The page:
Trails of Fate are challenges to the adventurer that may appear during a scene. Trails of Might, Skill, Wit and Spirit may occur and a similar system to combat is used to resolve them. The appropriate Attribute is used in the said Trial, with the difficulty being used to reduce it. The final value is the number of cards that is drawn as above.

The tokens are then used to track the rise and fall of one's Attributes in combat. Lakas is spent when adventurers take damage. Husay is spent from taking certain actions. Talisik is rarely spent as it tends to act as a value used to determine things Power-related. Diwa is spent to use Powers. I do like how Rounds of Combat are split into two phases: Talk Phase and Action Phase, with Talisik determining Initiative.  I definitely can imagine some finding this system a bit quirky, with the tokens being moved around, then the cards being drawn to make sets... then going back to the tokens to mark lost Lakas or spend Diwa. But I always believed any system is daunting until you learn it and most systems become more fun once you master it.

The rest of the main book explores other systems, such as Time, Weather, Training Animals and the like.

Bulong, on the other hand, contains a lot of the meat of the game and I suspect will be the area many will focus on.  They introduce a setting called Sekunda, with Zho as one if its five major continents. The sun is a dark void ringed with silver and two moons accompany the presence of daylight. The book dives in with mentions of 25 hour days, Church of Two Gods, and various scenarios.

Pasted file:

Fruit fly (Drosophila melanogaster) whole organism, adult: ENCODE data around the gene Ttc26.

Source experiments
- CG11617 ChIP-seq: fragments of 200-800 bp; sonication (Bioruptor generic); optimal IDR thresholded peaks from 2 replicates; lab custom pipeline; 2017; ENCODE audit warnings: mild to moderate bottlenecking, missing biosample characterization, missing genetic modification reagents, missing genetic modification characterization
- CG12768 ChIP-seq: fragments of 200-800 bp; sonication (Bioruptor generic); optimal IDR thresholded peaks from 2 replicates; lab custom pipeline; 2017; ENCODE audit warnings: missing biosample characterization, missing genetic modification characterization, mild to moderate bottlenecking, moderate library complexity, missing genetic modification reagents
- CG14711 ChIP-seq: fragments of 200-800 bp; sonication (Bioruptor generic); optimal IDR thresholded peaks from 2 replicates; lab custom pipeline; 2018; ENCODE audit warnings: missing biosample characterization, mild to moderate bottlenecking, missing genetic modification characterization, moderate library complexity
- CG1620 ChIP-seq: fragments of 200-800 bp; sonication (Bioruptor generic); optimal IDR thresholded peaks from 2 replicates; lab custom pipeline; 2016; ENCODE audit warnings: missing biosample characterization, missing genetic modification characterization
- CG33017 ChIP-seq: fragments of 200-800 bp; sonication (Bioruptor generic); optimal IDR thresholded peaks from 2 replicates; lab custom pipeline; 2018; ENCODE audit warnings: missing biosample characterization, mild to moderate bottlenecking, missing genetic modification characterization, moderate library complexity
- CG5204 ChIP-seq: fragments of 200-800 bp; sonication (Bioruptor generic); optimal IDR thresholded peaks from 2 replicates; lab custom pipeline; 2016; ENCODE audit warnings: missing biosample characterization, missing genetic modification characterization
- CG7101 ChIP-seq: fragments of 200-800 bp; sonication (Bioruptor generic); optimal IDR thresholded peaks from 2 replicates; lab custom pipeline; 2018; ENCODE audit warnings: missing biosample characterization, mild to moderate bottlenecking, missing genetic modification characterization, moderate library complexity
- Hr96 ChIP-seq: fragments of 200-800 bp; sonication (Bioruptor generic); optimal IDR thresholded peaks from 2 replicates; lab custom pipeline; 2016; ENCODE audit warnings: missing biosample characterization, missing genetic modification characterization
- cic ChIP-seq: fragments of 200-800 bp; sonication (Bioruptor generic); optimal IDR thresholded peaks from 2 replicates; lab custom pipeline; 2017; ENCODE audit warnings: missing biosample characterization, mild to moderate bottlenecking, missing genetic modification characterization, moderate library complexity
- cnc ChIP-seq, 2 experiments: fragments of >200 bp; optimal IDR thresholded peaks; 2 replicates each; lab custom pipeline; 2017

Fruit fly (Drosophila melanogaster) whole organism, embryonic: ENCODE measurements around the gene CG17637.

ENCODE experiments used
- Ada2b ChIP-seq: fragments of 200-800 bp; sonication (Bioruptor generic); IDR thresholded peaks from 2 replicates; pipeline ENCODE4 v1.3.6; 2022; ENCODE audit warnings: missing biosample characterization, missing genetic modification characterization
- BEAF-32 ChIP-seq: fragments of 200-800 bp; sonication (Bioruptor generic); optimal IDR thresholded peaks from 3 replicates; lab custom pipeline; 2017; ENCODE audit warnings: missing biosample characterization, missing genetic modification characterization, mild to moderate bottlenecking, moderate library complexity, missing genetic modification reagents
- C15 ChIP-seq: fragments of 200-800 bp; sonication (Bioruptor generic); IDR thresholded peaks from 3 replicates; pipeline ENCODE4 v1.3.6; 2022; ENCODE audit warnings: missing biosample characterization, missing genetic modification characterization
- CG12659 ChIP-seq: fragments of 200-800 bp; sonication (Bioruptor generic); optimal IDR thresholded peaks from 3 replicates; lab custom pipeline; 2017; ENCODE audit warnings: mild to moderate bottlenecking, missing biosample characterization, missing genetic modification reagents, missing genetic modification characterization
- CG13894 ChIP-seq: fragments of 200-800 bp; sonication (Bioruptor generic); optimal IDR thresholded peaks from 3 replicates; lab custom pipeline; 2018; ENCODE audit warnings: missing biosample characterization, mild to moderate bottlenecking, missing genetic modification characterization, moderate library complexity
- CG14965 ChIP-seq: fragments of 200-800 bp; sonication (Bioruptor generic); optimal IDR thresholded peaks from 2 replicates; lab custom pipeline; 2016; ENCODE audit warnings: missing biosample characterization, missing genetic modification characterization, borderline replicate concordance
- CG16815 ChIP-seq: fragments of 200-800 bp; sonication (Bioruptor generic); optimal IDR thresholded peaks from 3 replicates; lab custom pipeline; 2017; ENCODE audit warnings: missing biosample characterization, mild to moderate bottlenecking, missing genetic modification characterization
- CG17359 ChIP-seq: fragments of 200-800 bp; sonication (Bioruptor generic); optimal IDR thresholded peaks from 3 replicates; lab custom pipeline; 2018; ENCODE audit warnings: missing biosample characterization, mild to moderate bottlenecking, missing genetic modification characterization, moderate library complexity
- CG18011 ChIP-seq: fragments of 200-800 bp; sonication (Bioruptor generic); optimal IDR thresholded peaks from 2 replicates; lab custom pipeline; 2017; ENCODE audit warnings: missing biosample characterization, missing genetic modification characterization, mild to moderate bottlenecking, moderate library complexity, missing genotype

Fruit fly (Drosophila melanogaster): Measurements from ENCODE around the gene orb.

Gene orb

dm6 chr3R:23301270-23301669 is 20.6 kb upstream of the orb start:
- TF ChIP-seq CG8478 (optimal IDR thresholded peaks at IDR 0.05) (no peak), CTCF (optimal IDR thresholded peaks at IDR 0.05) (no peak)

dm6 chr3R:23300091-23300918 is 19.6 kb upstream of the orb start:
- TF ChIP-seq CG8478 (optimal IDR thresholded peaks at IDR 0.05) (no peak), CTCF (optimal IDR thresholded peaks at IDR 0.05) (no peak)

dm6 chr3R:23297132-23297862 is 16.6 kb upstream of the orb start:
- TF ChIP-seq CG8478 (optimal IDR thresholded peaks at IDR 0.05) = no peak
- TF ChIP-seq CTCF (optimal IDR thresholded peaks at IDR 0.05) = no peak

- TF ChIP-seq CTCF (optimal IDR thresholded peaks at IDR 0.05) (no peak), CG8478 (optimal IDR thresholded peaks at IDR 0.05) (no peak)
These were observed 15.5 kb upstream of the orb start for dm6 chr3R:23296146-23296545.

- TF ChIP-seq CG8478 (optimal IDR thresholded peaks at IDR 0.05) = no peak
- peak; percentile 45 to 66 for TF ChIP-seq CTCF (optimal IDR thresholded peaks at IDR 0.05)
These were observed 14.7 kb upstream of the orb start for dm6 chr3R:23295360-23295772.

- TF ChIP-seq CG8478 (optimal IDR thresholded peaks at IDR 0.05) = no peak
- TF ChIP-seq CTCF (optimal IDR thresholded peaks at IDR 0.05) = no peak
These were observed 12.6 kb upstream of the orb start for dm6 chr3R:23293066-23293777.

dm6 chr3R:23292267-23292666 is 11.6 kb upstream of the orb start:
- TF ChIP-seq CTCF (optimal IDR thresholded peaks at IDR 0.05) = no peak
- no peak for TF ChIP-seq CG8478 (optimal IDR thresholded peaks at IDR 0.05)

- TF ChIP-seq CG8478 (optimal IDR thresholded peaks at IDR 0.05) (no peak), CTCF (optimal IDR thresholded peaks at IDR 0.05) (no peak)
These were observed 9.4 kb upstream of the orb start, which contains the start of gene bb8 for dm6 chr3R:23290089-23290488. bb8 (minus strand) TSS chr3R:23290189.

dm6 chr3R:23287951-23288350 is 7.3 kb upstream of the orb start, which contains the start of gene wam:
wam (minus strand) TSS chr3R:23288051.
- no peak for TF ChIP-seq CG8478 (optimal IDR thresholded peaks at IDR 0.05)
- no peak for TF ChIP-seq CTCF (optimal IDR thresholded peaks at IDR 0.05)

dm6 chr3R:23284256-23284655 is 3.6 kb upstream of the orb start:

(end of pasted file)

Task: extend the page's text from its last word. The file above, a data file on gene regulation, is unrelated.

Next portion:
The book is a fun way to get used to the system, acting like both a module and a guided how to play in one.  It also introduces the many monsters and threats in the game, such as the Tiyanaks, the Sigbin and more. A third chapter shares the story of the game's creation story and ends with a list of legendary and rare items.

All in all, the game is clearly the product of love and passion and creativity, and barring some design decisions I feel that could have been better made, I'm pretty impressed with this game overall. Heck, I'd even say it looks damn far better than my simple game, A Single Moment.  While I do feel some art pieces feel rushed (some look like cutouts which didn't seem to look good even if they were an intentional design), or were not given careful editing consideration (forcing colored art to automatically become black and white caused many pieces to suffer), and some of the tables feel very haphazardly pasted into the layout rather than carefully designed to work with the look of the book, the final product is still quite well worth the price.   I do wish the tokens were... thicker stock. Or maybe were a sticker sheet to use with something readily available. But then again, I know tokens are hard to source out for cheap.

The game system is intriguing, with the use of tokens and the drawing of cards as the main system instead of dice. While I'm no stranger to such systems (given I do play at least 12 new games per year), I worry this may become a barrier for others who are more used to simply playing the traditional games and quickly shy away from opportunities to learn new systems.

I highly recommend that people support this game and give it some space on their gaming table. It takes true grit and courage to try to come up with something new and unique and bring it out into the world for others to enjoy. Congratulations to you all, Project Tadhana. You have succeeded in leaving a worthy contribution to the tabletop role-playing game industry.  I hope you find your audience soon enough.  But I really really feel you need to somehow fix those cards. I fear many will give you low reviews because of it.